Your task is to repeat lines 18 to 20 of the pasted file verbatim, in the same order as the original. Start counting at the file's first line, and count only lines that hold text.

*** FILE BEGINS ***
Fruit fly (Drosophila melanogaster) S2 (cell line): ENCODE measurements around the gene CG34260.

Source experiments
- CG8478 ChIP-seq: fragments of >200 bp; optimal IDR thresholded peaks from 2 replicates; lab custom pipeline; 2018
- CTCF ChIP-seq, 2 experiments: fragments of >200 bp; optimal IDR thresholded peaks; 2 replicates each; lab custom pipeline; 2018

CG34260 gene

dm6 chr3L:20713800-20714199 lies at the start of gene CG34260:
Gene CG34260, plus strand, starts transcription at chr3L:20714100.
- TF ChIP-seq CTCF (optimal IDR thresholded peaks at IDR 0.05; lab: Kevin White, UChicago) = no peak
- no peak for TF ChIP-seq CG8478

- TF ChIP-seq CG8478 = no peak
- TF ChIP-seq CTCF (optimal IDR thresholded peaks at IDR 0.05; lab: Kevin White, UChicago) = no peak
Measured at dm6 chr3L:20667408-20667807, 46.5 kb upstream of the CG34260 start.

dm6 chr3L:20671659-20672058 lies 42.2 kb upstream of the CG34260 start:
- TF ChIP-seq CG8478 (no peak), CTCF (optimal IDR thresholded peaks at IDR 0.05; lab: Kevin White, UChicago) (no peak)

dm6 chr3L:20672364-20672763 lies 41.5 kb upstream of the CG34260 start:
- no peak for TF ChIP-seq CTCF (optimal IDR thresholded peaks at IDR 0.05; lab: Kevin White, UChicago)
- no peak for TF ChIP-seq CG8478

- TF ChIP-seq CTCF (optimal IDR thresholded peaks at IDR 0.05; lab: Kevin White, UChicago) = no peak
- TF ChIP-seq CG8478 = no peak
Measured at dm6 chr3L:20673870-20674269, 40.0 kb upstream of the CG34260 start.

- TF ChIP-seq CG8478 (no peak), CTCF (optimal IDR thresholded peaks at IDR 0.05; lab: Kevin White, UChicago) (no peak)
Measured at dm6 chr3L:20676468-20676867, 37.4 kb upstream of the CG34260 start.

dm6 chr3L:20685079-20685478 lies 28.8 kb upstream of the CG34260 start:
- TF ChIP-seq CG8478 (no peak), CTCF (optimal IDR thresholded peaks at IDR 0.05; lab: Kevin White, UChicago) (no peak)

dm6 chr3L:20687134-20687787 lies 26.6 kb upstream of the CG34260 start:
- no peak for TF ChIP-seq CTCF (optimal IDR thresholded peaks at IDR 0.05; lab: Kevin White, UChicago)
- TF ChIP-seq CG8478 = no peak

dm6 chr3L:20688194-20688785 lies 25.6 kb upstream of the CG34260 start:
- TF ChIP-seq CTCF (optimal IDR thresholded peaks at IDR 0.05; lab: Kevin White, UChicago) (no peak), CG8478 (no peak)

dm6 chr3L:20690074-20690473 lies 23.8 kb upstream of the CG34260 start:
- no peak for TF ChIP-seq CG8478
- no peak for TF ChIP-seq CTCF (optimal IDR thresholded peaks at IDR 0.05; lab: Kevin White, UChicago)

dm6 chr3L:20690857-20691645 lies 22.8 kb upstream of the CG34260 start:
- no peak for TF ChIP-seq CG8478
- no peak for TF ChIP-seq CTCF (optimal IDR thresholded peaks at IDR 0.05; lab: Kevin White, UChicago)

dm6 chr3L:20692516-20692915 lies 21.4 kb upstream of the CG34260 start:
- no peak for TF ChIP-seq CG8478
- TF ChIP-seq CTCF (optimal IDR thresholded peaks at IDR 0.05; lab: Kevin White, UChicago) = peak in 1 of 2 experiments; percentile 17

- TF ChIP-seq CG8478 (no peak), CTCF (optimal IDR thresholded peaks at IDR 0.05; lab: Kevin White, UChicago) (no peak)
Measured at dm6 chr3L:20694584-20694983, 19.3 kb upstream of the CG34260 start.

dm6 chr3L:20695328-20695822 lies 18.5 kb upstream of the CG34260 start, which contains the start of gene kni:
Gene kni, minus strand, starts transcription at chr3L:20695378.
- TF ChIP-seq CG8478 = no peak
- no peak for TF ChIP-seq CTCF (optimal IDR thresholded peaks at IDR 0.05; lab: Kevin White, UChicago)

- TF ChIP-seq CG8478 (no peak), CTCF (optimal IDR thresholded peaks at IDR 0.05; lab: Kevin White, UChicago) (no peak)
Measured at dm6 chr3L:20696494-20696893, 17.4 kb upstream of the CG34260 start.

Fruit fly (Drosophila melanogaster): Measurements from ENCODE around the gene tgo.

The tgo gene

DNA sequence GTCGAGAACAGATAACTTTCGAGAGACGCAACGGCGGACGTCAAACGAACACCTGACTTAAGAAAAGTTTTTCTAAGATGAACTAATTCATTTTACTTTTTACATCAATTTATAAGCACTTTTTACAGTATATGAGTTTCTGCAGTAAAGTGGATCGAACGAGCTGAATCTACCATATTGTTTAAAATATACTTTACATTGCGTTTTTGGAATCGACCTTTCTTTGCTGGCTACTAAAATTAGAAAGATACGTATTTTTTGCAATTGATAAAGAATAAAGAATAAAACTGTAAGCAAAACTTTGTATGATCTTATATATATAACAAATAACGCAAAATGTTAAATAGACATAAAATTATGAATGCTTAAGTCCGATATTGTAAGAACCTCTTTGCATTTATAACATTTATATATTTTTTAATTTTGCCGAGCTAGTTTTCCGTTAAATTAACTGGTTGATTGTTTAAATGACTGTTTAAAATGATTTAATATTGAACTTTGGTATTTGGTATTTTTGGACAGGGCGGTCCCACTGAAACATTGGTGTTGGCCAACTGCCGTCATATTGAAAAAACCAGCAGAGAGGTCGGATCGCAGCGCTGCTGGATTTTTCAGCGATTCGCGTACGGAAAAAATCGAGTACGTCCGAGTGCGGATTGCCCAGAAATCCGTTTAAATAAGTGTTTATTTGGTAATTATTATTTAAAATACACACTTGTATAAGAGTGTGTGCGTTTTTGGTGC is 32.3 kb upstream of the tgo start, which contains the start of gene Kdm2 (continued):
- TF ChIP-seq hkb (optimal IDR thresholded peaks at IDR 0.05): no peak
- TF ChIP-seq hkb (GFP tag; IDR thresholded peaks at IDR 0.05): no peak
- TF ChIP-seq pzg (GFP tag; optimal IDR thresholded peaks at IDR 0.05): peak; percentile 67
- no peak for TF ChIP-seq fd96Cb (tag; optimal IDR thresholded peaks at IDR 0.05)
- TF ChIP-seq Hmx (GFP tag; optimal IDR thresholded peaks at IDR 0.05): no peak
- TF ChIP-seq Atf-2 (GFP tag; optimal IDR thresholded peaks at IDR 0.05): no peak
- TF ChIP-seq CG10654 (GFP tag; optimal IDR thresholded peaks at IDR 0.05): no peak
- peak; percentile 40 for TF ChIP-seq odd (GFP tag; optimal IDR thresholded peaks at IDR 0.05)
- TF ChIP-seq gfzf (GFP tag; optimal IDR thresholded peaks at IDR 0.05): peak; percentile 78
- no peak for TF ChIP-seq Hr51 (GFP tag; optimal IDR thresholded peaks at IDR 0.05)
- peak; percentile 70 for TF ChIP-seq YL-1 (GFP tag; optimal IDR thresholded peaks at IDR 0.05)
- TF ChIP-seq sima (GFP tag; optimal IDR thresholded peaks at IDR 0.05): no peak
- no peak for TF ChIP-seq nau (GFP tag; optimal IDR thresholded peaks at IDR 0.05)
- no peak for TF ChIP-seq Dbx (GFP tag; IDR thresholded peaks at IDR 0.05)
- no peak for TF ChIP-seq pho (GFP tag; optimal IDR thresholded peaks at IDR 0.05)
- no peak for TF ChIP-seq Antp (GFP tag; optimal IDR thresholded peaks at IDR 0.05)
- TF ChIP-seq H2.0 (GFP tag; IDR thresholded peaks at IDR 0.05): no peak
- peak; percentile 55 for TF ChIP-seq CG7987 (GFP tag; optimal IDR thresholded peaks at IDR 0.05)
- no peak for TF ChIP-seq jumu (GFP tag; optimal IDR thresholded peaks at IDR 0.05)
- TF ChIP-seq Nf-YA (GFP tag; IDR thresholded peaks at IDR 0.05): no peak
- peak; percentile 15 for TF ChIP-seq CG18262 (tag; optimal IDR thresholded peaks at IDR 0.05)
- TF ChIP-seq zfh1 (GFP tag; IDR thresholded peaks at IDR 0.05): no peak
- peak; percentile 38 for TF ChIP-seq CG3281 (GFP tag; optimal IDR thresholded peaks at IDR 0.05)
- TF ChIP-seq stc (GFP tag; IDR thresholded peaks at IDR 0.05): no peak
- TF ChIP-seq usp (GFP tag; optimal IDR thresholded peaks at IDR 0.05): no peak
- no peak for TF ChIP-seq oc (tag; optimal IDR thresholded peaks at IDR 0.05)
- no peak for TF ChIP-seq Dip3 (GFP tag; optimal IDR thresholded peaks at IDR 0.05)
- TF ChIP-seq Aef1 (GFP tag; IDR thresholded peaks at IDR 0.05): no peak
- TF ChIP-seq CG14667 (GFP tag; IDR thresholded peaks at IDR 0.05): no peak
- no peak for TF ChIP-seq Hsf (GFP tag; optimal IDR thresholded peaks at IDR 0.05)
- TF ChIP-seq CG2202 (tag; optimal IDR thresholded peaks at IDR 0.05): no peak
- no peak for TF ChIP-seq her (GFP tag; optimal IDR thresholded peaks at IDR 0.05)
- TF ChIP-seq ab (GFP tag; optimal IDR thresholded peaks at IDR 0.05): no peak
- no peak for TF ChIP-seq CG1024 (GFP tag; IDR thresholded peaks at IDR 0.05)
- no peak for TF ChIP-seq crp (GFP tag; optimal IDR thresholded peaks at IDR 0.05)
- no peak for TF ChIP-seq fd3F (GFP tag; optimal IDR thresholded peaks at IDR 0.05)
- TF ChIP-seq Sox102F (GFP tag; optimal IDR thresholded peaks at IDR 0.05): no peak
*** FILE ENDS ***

- TF ChIP-seq CTCF (optimal IDR thresholded peaks at IDR 0.05; lab: Kevin White, UChicago) = no peak
- TF ChIP-seq CG8478 = no peak
Measured at dm6 chr3L:20673870-20674269, 40.0 kb upstream of the CG34260 start.